[11] A particular reason for the requirement to exercise proportionality in jurisdiction disputes of this kind is that, in most cases, they involve a contest between two competing jurisdictions in either of which the parties could obtain substantial justice. …

[13] … Within every jurisdiction dispute, or embedded question whether there is a triable issue, the first instance judge faces a typical quandary: how to balance the requirement for proportionality against the need to ensure that resources are not wasted on an unnecessary trial. The choice, at how deep a level of detail to conduct that analysis and then in how much detail to express conclusions in a judgment, are matters for the experienced first instance judge, with which an appellate court should be slow to interfere.’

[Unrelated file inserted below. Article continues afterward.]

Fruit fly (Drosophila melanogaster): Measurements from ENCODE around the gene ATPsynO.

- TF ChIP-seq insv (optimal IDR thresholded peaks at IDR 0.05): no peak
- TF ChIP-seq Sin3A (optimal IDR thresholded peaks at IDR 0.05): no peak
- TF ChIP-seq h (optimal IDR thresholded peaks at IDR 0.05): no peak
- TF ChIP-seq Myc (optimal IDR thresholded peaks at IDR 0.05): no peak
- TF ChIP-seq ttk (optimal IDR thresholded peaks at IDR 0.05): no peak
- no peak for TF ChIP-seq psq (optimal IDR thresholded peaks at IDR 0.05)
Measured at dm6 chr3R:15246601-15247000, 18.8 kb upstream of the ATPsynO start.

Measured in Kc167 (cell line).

“Matters Relating to Insurance”

A dispute arose as to whether certain claims fell within Section III of Brussels I (Recast). The question was whether they were “matters relating to insurance”. Butcher J was required – apparently for the first time – to apply the recent Supreme Court decision in Aspen Underwriting Ltd & Ors v Credit Europe Bank NV [2020] UKSC 11 (considered in an earlier blog post here). He distilled the following guidance at [122]:

(1) Section 3 is not to be restrictively construed.

(2) ‘Matters relating to insurance’ are not confined to “matters relating to insurance contracts”.

(3) ‘Matters relating to insurance’ can extend to determinations of rights of persons who were not parties to an insurance contract, including beneficiaries and, in the context of liability insurance, injured parties.